One of my earliest memories is of standing in the grocery store with my mother and looking at a total stranger, keeping my eyes on them until I felt like I loved them as much as my parents. I remember playing this game in stores, restaurants, and on the highway, staring at strangers until I felt the sensations that I associated with love. A feeling of warmth in my chest, a kind of tingling in my arms and hands, a sense of connection even though the person wasn’t someone I knew at all. I guess from a very early age I was interested in how my mind could influence or create sensation in my body.
What I didn’t realize was that I was practicing my own form of a Loving Kindness meditation. Love is a virtually unlimited resource, it is what gets us up in the morning; it is what sustains us through our darkest hours and lifts us to our greatest joys. In my own life I define love as a sense of connection and a generosity of spirit that makes me feel safe and expansive at the same time. Sometimes when life is busy, or we are feeling run down, that sense of connection to others can feel out of reach. Practicing a Loving Kindness meditation for just a few minutes a day can shift our whole sense of what interdependence feels like. The formal practice of this meditation requires you to find a quiet place, and sit with eyes open or closed. Start by visualizing someone who you love unconditionally. Focus on the image of that person in your mind’s eye until you can feel the sensation in the body that you associate with love. Often you will find that you are smiling. You will send that person the message:
May you be happy
May you be healthy
May you be safe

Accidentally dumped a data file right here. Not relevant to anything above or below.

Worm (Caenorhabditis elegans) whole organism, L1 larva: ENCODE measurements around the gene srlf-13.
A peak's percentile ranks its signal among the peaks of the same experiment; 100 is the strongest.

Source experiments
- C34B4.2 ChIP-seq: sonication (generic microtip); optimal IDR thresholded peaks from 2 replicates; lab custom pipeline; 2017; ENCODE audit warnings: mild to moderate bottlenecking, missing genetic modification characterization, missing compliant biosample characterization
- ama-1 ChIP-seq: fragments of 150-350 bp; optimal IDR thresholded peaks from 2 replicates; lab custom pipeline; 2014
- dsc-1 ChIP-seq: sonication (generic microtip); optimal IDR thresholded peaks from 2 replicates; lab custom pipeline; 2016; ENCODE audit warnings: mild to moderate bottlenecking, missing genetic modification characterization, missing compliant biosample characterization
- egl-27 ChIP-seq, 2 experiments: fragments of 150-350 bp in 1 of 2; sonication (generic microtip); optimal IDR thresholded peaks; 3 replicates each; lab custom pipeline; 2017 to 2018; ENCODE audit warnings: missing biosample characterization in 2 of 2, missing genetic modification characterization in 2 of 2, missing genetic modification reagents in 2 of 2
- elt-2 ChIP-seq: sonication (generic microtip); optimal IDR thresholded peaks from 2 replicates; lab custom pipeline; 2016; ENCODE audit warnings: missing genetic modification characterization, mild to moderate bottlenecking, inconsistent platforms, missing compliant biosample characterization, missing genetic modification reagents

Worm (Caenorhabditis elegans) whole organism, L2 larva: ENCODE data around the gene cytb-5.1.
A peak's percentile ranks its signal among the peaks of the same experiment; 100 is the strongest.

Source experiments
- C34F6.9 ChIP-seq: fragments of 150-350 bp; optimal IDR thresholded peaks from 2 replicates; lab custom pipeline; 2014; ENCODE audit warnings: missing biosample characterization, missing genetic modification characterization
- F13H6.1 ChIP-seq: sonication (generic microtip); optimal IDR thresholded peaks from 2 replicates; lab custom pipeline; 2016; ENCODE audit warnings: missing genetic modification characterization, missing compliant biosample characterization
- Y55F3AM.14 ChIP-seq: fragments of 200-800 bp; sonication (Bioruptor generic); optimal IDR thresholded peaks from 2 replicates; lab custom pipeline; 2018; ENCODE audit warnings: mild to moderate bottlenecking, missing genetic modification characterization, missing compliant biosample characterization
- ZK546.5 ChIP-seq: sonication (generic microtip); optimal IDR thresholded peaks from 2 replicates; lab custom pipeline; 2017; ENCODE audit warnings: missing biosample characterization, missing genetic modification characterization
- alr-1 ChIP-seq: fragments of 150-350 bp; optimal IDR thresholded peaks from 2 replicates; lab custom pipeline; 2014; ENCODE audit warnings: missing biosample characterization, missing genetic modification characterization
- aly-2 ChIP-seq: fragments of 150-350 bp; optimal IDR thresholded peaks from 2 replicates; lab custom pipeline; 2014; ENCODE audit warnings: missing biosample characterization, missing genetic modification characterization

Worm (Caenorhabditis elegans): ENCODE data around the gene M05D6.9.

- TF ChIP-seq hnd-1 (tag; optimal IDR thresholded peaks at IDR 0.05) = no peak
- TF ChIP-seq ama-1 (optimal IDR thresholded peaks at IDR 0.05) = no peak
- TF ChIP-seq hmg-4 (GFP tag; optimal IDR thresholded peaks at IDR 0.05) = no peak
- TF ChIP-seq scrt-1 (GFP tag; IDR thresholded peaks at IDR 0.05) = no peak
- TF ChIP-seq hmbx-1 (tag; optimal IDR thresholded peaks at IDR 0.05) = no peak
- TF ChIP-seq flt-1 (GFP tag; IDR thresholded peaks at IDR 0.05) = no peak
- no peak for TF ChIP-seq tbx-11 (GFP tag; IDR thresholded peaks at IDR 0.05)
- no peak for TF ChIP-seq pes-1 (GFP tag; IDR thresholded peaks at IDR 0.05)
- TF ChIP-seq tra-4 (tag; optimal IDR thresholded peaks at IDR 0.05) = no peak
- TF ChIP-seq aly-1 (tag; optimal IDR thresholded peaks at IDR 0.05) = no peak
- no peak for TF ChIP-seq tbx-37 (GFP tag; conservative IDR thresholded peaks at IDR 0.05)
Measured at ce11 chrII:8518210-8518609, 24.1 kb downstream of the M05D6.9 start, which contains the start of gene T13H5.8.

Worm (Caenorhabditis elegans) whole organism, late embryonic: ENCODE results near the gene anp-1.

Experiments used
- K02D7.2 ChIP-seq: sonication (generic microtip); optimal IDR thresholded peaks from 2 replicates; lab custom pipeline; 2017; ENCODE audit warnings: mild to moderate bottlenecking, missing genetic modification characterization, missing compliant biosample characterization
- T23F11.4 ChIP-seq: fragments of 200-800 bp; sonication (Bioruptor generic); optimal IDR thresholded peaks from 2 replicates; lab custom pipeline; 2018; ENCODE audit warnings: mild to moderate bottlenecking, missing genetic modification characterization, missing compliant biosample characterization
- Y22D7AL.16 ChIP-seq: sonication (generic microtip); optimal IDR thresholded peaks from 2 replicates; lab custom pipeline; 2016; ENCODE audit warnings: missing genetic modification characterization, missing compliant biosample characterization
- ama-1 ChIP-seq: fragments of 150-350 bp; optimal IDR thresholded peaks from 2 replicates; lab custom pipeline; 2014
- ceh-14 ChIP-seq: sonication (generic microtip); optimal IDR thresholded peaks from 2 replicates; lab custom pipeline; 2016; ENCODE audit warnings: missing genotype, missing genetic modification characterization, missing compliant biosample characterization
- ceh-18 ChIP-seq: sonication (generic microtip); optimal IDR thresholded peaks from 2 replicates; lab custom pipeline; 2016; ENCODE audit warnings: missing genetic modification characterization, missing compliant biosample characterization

May you be at ease
Repeat these phrases in your head a few times as you hold that image of your beloved person in your mind. Then the practice dictates replacing the image of that person with an image of yourself and sending yourself these very same messages. From yourself you move to an acquaintance and eventually to someone with whom you have conflict. Each time you repeat the same phrases, sending these messages of love and generosity out into the world. The very last part of the practice is sending these messages universally in the hopes that they reach all who need them.
The formal practice of Loving Kindness meditation is intensely powerful, and I encourage everyone to explore it. Recently, I have found myself returning to my own made-up version of it from childhood. Practicing not in a quiet room away from the world but instead in the hardware store, or the library, focusing my attention on someone (usually their back, so it isn’t weird) until I can feel a sense of loving them. There is something about this practice that makes me happy, that makes me feel like I have tapped into an amazing source of good feeling that exists all the time. Whether it is practiced formally or informally, working to spread love and kindness in today’s busy, intensely complicated world seems like an awfully good use of one’s time